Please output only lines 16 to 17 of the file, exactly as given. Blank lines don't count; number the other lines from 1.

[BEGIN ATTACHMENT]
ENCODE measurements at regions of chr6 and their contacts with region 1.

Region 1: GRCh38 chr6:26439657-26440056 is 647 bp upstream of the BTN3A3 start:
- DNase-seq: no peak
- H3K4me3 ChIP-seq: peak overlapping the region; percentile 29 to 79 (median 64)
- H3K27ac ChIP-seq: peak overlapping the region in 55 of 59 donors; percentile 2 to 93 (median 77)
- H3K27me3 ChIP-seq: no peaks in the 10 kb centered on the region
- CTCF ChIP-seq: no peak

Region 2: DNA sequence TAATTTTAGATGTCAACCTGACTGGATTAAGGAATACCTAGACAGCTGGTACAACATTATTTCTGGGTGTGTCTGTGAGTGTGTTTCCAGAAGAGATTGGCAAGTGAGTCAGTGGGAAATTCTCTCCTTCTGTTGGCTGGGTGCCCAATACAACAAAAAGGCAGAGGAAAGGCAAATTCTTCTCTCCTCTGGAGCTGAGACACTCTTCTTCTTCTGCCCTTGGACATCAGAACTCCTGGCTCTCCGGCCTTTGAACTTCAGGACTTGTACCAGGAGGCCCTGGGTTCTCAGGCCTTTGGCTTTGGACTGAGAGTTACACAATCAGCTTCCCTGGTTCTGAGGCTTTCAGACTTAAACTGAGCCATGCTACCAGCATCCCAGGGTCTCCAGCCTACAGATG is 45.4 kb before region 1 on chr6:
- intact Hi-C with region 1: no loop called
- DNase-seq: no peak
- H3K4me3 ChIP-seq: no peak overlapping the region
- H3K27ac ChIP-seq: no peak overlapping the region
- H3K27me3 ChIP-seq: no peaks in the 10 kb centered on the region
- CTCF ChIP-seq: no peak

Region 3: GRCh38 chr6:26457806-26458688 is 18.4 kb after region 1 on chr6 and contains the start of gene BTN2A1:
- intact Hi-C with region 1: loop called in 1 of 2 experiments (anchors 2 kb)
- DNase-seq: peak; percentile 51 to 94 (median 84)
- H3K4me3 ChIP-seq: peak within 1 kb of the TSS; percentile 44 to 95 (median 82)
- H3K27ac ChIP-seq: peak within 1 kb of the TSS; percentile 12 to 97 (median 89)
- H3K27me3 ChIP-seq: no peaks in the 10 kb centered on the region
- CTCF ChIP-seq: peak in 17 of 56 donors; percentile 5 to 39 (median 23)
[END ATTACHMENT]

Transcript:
- intact Hi-C with region 1: loop called in 1 of 2 experiments (anchors 2 kb)
- DNase-seq: peak; percentile 51 to 94 (median 84)